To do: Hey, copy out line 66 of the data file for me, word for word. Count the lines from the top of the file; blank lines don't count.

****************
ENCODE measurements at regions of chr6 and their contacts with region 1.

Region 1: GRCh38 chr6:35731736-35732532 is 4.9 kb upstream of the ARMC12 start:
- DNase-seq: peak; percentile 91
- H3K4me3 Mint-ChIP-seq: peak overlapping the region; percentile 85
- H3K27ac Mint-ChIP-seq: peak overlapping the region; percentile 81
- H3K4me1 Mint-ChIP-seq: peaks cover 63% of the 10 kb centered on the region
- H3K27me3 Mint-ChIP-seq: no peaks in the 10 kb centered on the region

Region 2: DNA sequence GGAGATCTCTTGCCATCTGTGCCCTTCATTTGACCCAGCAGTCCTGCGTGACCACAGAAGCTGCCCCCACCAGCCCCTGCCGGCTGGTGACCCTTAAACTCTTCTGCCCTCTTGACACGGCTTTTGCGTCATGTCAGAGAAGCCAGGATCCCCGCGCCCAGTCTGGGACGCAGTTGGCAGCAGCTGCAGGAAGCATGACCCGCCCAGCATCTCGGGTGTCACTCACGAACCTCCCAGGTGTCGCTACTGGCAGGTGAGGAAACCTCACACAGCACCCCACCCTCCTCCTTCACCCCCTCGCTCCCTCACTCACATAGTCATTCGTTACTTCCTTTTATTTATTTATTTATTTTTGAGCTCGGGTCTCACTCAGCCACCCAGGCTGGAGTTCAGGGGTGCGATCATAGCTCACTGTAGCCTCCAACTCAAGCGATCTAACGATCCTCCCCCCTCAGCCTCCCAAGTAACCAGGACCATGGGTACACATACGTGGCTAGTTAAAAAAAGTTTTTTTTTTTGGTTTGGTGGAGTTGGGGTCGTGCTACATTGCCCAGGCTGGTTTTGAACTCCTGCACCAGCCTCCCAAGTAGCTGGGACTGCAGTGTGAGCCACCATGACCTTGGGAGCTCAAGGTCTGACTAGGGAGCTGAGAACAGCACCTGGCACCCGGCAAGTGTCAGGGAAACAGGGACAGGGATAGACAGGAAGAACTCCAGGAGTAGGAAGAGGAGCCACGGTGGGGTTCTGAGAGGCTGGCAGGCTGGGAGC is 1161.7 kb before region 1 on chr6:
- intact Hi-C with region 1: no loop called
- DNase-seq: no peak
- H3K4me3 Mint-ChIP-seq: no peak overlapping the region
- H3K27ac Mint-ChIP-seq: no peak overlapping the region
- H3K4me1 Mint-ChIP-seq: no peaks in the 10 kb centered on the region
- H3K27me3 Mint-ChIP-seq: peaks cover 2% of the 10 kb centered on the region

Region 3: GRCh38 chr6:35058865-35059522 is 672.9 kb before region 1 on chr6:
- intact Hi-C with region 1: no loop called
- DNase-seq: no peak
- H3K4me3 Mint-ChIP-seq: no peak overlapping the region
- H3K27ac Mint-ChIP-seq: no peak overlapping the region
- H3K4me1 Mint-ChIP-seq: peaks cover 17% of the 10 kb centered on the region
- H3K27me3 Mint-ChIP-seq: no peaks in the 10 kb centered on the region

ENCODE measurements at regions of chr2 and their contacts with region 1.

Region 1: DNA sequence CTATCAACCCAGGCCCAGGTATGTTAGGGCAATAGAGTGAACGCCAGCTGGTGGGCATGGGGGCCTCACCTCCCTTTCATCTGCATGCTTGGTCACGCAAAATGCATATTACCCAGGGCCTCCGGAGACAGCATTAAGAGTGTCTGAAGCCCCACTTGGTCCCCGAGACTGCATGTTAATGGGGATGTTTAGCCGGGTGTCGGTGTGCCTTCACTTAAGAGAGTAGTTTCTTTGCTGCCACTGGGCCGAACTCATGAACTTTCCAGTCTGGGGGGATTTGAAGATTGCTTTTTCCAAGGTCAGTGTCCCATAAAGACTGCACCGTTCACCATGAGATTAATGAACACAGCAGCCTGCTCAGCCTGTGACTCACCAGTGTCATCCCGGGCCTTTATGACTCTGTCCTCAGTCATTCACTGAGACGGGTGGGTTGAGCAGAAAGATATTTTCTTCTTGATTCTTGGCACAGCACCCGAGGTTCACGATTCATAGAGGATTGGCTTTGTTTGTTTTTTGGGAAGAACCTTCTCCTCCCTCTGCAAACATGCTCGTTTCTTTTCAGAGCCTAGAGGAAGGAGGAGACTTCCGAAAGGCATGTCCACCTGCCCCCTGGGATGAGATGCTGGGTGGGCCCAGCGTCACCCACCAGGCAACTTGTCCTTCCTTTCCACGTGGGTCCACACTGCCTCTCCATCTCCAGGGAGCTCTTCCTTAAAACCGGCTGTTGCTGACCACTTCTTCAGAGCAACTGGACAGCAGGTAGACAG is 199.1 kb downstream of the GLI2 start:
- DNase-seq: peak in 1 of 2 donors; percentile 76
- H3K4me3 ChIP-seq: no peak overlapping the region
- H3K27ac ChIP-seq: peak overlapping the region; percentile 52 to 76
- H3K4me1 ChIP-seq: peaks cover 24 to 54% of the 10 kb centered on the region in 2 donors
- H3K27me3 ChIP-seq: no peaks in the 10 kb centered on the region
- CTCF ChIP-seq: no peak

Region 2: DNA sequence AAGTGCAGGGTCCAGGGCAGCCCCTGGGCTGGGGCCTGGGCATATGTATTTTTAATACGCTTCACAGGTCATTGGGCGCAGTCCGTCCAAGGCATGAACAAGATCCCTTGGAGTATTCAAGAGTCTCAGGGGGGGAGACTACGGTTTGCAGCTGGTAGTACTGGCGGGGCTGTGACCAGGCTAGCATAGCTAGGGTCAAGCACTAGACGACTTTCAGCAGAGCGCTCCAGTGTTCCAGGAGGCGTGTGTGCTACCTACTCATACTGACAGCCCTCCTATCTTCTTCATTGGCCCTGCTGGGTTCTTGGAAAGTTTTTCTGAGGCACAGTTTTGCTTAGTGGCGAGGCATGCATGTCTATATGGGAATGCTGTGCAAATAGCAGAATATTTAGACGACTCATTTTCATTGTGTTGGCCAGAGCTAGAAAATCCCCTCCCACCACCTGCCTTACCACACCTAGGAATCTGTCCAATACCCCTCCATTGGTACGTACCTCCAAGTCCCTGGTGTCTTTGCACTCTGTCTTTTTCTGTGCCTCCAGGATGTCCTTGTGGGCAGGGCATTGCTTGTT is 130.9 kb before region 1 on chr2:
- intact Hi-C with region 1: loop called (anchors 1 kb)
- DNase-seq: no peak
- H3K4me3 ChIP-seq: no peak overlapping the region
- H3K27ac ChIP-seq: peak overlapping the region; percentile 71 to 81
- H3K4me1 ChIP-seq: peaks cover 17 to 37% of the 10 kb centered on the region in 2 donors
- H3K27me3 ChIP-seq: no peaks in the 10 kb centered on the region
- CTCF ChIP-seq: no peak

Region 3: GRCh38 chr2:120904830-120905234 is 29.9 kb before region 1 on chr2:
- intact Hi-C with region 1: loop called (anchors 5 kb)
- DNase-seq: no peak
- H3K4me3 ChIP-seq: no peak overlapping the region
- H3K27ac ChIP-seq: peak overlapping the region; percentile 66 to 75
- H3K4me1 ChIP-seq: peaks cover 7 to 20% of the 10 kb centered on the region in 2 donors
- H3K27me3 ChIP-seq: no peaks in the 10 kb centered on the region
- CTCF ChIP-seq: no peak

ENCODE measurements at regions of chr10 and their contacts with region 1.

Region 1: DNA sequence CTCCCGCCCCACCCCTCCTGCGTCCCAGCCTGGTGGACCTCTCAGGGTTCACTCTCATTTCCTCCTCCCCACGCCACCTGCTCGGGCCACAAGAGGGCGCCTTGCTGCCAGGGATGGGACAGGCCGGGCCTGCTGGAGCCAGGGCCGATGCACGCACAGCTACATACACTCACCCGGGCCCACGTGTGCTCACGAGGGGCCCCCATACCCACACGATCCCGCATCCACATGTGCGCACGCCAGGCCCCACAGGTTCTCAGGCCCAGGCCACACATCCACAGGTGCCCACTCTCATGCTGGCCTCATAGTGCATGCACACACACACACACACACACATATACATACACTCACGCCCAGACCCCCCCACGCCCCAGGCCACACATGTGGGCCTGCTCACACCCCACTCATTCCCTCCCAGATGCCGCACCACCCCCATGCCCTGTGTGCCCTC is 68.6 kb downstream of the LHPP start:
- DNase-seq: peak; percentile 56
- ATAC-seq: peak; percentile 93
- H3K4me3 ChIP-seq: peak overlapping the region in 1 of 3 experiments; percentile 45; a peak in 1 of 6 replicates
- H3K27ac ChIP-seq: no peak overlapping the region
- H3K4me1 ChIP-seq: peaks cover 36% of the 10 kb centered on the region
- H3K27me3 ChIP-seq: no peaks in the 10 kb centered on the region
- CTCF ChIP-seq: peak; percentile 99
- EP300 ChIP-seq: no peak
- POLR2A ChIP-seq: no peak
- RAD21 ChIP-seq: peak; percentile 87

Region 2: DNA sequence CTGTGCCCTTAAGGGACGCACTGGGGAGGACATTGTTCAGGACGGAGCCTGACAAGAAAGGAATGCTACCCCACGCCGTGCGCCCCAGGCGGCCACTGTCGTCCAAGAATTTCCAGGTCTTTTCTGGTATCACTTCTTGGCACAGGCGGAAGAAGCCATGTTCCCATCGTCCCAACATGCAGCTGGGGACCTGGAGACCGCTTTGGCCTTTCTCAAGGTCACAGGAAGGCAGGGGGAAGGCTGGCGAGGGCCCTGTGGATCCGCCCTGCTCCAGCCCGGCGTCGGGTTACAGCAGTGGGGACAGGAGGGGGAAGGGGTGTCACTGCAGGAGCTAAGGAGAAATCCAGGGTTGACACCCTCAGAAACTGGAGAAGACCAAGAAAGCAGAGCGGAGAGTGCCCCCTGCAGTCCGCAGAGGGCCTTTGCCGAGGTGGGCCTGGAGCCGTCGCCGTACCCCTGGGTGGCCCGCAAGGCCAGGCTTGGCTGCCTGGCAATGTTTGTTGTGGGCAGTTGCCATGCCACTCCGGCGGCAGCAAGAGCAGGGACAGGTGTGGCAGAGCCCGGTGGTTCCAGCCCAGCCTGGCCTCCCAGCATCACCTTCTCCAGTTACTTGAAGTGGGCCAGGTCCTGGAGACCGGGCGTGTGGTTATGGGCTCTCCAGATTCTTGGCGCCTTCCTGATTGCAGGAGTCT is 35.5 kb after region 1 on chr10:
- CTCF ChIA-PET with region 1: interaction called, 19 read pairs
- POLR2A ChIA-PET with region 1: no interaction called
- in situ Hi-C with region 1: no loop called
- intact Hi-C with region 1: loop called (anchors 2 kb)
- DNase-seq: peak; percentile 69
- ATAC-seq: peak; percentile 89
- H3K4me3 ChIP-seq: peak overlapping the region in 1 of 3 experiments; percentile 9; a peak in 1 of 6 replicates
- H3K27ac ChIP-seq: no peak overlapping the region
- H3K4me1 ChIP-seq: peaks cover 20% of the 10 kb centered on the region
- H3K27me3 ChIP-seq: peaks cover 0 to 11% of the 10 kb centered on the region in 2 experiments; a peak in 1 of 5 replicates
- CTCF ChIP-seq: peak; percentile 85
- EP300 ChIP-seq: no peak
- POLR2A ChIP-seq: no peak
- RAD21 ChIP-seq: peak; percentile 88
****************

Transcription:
- H3K27ac ChIP-seq: no peak overlapping the region